Draw It Up: NFC Championship Edition

Doug Pensinger/Getty Images Mario Manningham

This late in the playoffs, nothing comes easy, and that was certainly true of the New York Giants 20-17 overtime victory over the San Francisco 49ers. Ostensibly the game was won — or lost — because of San Francisco punt returner Kyle Williams’s fumble in overtime, which set up Eli Manning and the Giants for a short, game winning field goal in sudden death. But outside of a few mistakes, the game was incredibly well played. particularly by the defenses. And it was also the type of game where stats can be a bit misleading: 49ers quarterback Alex Smith, as a result of a couple of well placed throws to tight-end Vernon Davis, had the edge over Eli Manning in some key passing statistics, including passer rating and yards per pass attempt, which is my favorite non-advanced passing metric. But those belied the reality: Manning put in an incredible performance against an absolutely ferocious defense, repeatedly delivering key throws under pressure (which he was under constantly). It took him an incredible 58 pass attempts (plus six sacks, making 64 called pass plays) to generate just over 300 yards, but the Giants run-game was nearly non-existent until late. Indeed, if not for the symbiotic relationship Manning had with receiver Victor Cruz — who had 10 key catches for 142 yards — there would have been no 17 hard-fought points, no overtime, no Super Bowl berth.

Yet while Cruz was the most important receiver on the field for the Giants, Manning’s best throw of the day went to a guy who had but a single catch on the game: Mario Manningham, whose 17-yard touchdown reception tied the score at 17. The play — which came, dramatically enough on third-and-15 — was an old, old pass concept known as “anchor” or “Mills.” (“Anchor” refers to the concept more directly, with an underneath receiver hopefully “anchoring” a defender so the post route can get behind him; “Mills” is a name common in many coaching circles, as Steve Spurrier destroyed people with this concept back at Florida in the 1990s and he called it “Mills” after the receiver who ran it the best, Ernie Mills.


The Giants’ formation for this was almost as important as the play itself. They commonly like to line up with three receivers to one side and Hakeen Nicks, their best one-on-one receiver, lined up to the opposite side. Indeed, they often give Nicks a “choice route” — harkening back to the Run-and-Shoot roots of the Giants’ offense — and let Manning and he determine what will best get open. And just a few plays earlier on a key third-and-7 on the same drive, the Giants had gone to this concept and Manning threw a quick slant to Nicks for the first down.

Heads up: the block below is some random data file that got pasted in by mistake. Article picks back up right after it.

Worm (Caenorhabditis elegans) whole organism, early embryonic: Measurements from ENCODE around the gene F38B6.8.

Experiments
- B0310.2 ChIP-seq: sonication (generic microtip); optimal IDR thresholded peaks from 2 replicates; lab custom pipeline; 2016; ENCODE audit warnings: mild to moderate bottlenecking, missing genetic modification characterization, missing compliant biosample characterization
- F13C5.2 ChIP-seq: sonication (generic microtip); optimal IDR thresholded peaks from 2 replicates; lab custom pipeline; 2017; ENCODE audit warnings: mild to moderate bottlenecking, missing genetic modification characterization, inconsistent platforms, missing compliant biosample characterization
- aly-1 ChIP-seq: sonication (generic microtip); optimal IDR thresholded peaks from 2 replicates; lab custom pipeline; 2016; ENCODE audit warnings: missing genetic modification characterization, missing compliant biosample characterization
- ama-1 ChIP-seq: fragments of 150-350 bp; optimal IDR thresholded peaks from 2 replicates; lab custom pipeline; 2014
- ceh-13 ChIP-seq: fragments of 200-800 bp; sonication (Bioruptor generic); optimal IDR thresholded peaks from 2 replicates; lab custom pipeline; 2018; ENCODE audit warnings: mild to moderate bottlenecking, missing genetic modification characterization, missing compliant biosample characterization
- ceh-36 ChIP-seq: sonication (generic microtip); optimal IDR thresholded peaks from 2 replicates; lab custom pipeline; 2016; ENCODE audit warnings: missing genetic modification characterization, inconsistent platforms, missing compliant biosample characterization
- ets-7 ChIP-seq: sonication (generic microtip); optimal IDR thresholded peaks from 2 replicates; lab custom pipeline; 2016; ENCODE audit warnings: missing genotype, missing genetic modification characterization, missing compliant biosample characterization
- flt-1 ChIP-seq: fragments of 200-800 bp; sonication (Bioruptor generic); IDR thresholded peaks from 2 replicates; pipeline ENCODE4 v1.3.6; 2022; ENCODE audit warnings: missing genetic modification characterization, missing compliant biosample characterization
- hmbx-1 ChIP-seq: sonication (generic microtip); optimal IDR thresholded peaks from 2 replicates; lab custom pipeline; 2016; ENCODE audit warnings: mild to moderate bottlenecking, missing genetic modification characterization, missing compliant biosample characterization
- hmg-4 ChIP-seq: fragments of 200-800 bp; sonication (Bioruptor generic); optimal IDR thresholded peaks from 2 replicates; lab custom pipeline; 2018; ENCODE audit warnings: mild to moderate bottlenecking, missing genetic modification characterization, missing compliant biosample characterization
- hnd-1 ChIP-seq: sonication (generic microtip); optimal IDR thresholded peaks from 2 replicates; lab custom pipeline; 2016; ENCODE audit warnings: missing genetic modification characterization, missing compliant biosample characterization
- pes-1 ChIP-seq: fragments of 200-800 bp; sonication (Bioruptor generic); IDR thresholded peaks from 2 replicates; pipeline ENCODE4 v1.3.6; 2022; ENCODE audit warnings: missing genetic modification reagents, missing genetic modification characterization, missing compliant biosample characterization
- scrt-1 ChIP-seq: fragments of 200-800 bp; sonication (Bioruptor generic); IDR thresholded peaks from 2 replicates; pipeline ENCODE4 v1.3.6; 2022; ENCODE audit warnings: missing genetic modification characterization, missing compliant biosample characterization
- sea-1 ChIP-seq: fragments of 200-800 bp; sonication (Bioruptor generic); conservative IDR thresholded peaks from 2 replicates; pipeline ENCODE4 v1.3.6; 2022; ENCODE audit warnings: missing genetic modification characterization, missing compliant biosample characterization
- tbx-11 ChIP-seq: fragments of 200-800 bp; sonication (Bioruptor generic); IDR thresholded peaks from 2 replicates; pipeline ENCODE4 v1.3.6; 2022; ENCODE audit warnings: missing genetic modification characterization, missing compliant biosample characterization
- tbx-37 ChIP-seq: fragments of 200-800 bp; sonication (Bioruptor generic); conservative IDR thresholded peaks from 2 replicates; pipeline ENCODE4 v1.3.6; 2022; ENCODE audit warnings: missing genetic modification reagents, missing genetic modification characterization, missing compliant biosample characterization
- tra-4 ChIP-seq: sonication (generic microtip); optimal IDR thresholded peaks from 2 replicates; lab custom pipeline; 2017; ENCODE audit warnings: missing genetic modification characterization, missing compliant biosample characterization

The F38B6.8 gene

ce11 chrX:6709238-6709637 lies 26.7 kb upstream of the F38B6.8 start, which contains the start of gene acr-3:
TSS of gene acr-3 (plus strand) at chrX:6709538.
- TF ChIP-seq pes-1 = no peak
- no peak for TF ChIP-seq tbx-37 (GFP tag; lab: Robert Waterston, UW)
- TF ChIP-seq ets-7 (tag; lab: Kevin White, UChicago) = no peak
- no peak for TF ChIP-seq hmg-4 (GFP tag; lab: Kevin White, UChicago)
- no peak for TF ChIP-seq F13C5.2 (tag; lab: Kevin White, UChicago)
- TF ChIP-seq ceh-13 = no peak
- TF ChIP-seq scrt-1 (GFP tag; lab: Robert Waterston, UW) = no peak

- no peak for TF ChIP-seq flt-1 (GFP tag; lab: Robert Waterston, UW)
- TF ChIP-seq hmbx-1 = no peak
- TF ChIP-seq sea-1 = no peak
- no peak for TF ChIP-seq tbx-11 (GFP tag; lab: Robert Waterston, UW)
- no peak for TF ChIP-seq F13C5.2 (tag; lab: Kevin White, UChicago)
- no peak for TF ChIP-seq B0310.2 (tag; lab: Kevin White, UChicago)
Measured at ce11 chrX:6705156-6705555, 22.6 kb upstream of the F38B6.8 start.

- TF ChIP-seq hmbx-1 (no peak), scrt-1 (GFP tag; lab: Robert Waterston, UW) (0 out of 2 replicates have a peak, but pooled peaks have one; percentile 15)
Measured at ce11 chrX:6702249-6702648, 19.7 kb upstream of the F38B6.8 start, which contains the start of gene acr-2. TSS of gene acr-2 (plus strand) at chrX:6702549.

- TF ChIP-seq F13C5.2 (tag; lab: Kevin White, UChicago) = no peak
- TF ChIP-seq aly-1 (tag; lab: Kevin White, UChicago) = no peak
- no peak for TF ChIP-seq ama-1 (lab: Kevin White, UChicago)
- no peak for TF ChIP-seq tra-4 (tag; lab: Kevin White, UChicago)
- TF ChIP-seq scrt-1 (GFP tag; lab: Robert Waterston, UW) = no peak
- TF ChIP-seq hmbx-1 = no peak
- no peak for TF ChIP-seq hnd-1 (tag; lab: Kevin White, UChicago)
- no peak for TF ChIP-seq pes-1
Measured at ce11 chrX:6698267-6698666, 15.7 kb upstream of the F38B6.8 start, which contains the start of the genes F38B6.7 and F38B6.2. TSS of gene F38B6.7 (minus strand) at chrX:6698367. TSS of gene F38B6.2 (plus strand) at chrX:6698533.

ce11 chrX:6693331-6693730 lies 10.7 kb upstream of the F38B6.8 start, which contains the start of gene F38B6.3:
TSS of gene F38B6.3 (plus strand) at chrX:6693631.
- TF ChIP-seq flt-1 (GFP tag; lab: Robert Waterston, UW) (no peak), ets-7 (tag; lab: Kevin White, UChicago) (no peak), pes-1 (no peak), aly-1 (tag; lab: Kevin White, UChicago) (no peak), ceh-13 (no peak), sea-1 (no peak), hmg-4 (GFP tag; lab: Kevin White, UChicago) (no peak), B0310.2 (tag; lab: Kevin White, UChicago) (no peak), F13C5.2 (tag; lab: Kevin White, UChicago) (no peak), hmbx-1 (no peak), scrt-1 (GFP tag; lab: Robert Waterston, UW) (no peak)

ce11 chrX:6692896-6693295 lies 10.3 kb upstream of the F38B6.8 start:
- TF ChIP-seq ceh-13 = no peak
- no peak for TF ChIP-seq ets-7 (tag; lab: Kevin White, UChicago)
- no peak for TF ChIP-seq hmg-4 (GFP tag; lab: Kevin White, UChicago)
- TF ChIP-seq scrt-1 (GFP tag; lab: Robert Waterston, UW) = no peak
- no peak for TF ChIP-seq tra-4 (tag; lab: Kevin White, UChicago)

So, on this third down the 49ers decided not to blitz and rushed only their three down linemen, and used an additional defensive back to double team Nicks. (Note that due to the tight TV angles it’s difficult to see exactly how the 49ers defended this play, but the lack of access to “All-22” game film of NFL games is a topic for another day.) But the more defenders you put to one side affects how many you can put to the other, and Manning and the Giants put an effective concept to the three-receiver side.

The inside-most receiver, tight-end Jake Ballard, ran a “square-in” or “dig” route at twelve yards. Had the 49ers not defended him Manning would have rifled it in there, but as it played out he attracted a lot of attention, from the deep safety (just enough) and the underneath coverage defenders. The middle receiver, Victor Cruz, ran a “whip” or “jerk” route, so named because the start-inside-work-back-outside nature of the route makes the guy playing you look like a jerk. But the 49ers played zone and simply covered Cruz up. His role on this play would have been as an outlet had the 49ers defended the deep routes; despite TV announcer handwringing, an eight-yard completion to a guy who can run after the catch on third down is better than a forced throw. But as it worked out he was merely a decoy.

On the outside Manningham ran the post. He sprinted to 12 or so yards and broke inside, and he did a nice job breaking his route “flat”. Because the Giants were in the red zone, had Manningham aimed his route more vertically any throw from Manning would have taken him out of the back of the end zone. Instead, however, he broke flat, which was exactly what he needed to do. But to make that work Eli had to make a pinpoint perfect throw — and he did. By taking his route flatter Manningham gave his route a chance, but it also took him closer to the 49ers’ middle safety, Reggie Smith. But Eli delivered a strike, Manningham went up and got the ball and protected it from prying hands, and, in this game, against this defense, it was enough.

Filed Under: Draw It Up, Eli Manning, New York Giants, San Francisco 49ers